Grade My Gre Essay Format

Every so often when I’m writing the GRE essays, I’ll think: Should I really be writing so much?

I tend to get carried away. And when that happens, it would be great to know if all this extra writing is actually helping me score better or hurting my AWA score. Of course, I want to impress the essay graders, but I want to do it the right way.

Students often ask me, how long their GRE essays should be because there is no concrete information out there about the “perfect” length of a GRE essay, and even if there is, much of that data is conflicting.

Some say essays aren’t graded mostly on length but the higher grades for a longer essay is a mere correlation between essay length and grades.

When it comes to the Analytical Writing section, essay length is very important, so if you are planning to get a perfect score, you might as well do it right.

But before we come down to the ideal length for an essay, let’s first crush this shocking myth that has been around for sometime:

Myth #1: Longer essays are the only way!

On the GRE, essay length is not only one of the factors taken into consideration. You have to check a host of other factors, if you are looking to get a perfect score. All the following factors affect your overall AWA score:

Clarity in Ideas – This is the most basic of all considerations. What are you trying to say? What’s your main point? This should be very clear by the time the grader finishes off reading the essay. Substance and content of your essay matters more than any other factor. Also, every logically supporting reason or example that you make use of should ultimately connect to this main idea. If it isn’t explicit, you are losing points!

Structure – The way an article is formatted, has a massive impact upon its readability. It’s important to break up your essay into paragraphs so the essay graders can easily scan it.

The general structure is to start with an introductory paragraph followed by 3-4 body paragraphs and finish off with a conclusion paragraph. So, make sure there are at least 5-6 paragraphs in your essay.

Sentence Variety – Consecutive sentences with the same structure and length can sound monotonous and lifeless. Instead of sounding repetitive and boring, use sentence style skillfully.

You should vary the sentence flow and the rhythm by switching between short and long sentences. You should also make use of transitional and signal words to vary sentence openings.

Vocabulary – Another myth about GRE essays is that the usage of GRE words in the essay has a correlation with the essay score. Not really! As long as you use proper grammar and defend your point intelligently and use precise vocabulary to convey meaning effectively, you should be alright. It is not needed that you use heavy vocabulary or GRE words.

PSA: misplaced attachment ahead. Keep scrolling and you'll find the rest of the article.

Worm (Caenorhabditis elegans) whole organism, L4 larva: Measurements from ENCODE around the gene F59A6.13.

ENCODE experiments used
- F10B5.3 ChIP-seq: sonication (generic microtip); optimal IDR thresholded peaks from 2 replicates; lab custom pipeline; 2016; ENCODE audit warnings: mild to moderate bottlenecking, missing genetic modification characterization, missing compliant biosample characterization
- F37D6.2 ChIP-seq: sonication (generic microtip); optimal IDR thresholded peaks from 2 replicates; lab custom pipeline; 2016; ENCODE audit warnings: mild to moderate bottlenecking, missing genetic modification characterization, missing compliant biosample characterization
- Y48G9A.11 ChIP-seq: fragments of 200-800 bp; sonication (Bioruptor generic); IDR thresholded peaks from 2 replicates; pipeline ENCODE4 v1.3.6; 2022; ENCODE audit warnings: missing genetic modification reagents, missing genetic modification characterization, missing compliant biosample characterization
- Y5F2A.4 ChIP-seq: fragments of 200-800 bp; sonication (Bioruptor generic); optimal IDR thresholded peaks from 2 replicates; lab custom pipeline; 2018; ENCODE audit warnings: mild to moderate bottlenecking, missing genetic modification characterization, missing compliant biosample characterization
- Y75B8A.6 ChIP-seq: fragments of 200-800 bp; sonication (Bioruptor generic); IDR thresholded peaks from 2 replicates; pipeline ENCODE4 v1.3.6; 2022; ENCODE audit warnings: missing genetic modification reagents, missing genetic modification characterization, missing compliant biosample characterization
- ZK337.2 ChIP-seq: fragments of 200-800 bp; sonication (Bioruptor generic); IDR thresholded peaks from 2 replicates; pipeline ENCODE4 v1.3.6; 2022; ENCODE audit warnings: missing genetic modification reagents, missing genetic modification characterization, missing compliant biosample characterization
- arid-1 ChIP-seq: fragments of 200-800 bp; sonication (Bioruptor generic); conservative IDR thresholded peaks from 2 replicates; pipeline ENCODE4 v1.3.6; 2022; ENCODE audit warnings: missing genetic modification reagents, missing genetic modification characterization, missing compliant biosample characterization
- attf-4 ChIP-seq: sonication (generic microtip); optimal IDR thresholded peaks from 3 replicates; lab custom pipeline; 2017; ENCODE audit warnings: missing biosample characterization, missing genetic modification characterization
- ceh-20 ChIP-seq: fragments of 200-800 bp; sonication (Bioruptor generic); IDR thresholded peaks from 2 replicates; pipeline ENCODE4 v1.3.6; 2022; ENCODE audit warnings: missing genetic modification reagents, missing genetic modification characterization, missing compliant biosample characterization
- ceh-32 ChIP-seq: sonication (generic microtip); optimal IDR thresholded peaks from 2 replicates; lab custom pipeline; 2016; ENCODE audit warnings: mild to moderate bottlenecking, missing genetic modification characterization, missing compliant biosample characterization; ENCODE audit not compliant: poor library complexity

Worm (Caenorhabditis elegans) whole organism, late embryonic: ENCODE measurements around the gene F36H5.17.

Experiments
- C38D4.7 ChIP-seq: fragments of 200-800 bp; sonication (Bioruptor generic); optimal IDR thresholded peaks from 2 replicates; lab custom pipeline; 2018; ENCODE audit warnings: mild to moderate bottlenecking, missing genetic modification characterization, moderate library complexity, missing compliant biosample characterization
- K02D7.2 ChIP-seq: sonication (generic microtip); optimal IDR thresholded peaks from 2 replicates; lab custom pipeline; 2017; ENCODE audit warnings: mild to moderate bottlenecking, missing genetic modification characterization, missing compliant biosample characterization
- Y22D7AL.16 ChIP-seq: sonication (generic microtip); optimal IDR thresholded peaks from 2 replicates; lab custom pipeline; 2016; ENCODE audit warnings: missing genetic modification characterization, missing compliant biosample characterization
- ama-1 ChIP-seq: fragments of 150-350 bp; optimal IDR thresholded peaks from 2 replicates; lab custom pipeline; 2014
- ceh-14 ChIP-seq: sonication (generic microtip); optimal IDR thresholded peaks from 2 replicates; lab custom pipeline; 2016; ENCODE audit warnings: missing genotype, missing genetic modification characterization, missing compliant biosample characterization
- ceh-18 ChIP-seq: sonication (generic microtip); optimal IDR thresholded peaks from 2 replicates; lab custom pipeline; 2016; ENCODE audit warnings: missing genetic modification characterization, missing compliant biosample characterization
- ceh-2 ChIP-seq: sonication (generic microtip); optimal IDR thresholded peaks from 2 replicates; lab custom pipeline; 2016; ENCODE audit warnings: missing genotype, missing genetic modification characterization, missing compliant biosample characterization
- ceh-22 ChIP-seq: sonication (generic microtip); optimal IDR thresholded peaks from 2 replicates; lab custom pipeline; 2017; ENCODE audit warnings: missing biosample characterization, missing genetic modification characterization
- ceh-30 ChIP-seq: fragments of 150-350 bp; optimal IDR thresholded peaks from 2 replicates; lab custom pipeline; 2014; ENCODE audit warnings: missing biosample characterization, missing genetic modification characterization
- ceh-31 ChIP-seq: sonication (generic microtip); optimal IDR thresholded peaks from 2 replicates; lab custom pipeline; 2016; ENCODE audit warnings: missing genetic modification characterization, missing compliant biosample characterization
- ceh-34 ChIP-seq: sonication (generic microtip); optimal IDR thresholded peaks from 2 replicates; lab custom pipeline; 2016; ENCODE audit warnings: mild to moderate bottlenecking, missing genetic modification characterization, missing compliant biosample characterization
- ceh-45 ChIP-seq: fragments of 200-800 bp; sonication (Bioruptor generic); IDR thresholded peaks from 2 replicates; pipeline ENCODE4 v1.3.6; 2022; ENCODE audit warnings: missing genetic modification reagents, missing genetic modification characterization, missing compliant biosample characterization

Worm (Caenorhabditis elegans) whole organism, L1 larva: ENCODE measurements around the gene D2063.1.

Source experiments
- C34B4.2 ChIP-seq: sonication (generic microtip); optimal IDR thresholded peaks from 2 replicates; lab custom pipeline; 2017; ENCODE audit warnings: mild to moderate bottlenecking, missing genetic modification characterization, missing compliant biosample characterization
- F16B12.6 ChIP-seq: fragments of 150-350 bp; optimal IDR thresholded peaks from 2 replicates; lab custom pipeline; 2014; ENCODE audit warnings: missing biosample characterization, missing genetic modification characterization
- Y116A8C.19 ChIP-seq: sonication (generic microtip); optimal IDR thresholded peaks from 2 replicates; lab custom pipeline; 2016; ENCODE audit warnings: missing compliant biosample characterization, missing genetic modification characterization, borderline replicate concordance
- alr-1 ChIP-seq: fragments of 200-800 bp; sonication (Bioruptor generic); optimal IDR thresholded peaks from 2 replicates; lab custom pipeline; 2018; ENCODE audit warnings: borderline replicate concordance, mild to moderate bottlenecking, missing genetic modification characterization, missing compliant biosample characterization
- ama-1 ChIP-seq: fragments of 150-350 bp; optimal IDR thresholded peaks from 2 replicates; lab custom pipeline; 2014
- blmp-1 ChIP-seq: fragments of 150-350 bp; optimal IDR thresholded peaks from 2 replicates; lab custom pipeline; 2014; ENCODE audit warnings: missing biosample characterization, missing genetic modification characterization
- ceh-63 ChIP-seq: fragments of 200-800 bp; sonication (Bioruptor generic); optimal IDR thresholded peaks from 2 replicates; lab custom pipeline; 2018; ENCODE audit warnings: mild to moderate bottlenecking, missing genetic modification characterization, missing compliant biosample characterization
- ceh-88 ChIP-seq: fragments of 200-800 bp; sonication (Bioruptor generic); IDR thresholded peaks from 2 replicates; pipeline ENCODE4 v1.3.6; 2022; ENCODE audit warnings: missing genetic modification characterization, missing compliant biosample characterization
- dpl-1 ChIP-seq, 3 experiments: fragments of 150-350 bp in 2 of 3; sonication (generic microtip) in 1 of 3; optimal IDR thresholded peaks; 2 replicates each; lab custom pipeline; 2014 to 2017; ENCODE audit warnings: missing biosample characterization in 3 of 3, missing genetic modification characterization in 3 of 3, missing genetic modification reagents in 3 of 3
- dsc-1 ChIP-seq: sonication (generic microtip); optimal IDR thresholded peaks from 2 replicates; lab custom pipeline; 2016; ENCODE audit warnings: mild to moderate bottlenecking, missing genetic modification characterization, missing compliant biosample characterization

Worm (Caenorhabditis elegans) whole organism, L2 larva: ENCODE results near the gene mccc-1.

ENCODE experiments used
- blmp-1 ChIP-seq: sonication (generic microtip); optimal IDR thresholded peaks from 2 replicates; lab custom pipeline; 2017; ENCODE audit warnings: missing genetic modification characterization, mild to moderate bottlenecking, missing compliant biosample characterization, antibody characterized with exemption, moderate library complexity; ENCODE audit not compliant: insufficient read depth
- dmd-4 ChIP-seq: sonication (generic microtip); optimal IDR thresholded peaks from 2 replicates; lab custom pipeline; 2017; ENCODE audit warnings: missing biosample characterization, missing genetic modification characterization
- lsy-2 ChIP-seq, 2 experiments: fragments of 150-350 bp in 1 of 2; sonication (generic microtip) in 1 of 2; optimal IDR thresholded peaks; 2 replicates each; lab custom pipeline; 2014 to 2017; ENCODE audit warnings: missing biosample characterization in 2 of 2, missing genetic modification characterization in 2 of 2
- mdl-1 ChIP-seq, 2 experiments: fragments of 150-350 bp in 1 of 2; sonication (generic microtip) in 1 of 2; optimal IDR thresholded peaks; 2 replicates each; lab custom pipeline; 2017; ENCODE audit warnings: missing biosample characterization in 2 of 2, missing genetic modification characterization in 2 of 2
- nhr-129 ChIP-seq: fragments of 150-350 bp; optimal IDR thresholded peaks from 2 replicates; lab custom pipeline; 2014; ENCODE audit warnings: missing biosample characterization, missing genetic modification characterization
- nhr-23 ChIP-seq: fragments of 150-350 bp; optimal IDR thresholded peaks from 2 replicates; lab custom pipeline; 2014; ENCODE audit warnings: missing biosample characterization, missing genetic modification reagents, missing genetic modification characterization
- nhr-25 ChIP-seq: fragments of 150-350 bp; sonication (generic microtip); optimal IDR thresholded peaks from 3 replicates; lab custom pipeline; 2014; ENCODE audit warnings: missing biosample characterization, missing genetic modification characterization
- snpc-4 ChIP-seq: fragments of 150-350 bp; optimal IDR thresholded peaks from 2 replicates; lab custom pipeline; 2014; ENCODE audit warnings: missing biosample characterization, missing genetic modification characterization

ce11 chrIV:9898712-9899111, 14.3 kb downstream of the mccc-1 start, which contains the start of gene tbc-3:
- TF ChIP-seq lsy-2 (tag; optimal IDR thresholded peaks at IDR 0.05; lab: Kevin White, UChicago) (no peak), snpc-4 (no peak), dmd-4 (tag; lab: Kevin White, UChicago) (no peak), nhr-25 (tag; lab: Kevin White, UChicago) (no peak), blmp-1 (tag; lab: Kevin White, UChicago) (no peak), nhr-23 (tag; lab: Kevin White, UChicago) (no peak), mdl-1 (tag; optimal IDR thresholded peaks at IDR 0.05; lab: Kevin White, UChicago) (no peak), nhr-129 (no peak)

Language and Grammar –  Though ETS says you may have minor errors in the essay copy that do not interfere with overall meaning and coherence, the time you make your first error, the grader will notice it and this can have a negative impact on your AWA score. So, make sure your essay is as spotless as possible, and eliminate all errors before submitting.

Reasoning – You should include as many logically compelling reasons as you can to support your stance.

One of the most important aspects about a compelling essay is its ability to convince the reader by means of sound logical reasoning. So, you should be able to connect your ideas properly to the central theme or idea of the essay, and convince the reader to agree to your point of view. If the essay doesn’t sound logical or reasonable, you will pay the penalty, no matter how long the essay is.

By no means am I saying that essay length isn’t important. I am only saying that essay length on the GRE isn’t the only thing you should be concerned about. I am also saying that essay length is just one of the factors out of many others that influence your AWA score.

Myth #2: ETS uses e-Rater software which grades essays on their content length

This is the most egregious of the myths, and it’s been around for a long time.

Recently, I read a post on Quora which asks “Do humans readers grade my GRE essays?” The top answer said, “They don’t.” His/her point was that a computer software called ‘e-rater’ scans your essay based on preset rules (natural language processing algorithms) and prints out a score, using a 6-point holistic scale.

That’s just not true.

In fact, E.T.S. claims this grading software is used today, along with human raters, to grade GRE and TOEFL examinations, and without human raters in various practice tests.

I want you to understand that if ETS were to use an automated essay grader to evaluate your essay then don’t you think gaming a software would be too easy? You must keep in mind that there is a human reader who will also grade your essay along with the e-rater, and both their scores are averaged to obtain the final AWA score. So, even if you try and game the software, the human reader will give you the actual score you deserve, which will bring down the average. So, there is no point in trying to game the e-rater. Instead, you should try other tactics, such as using impressive AWA quotes, or writing coherent paragraphs, which will naturally raise your score.

So to sum things up, both of these myths should be shunned in favor of a more strategic approach to essay length. Longer is not necessarily better. Shorter is not necessarily better. And human readers do actually read your essays.

So what’s the ideal length?

I see students wondering about this all the time and I am sure you are here to find out the same.

ETS has written about the ideal length nowhere, and still remains tight lipped on this. Also, there is no word limit as such. But there seems to be a pattern that appears on GRE sample essays that come along with the ETS official guide to the GRE.

When closely observed, there is a significant increase in the number of words from a 5.0 graded essay and a 6.0 graded essay.

Longer is usually better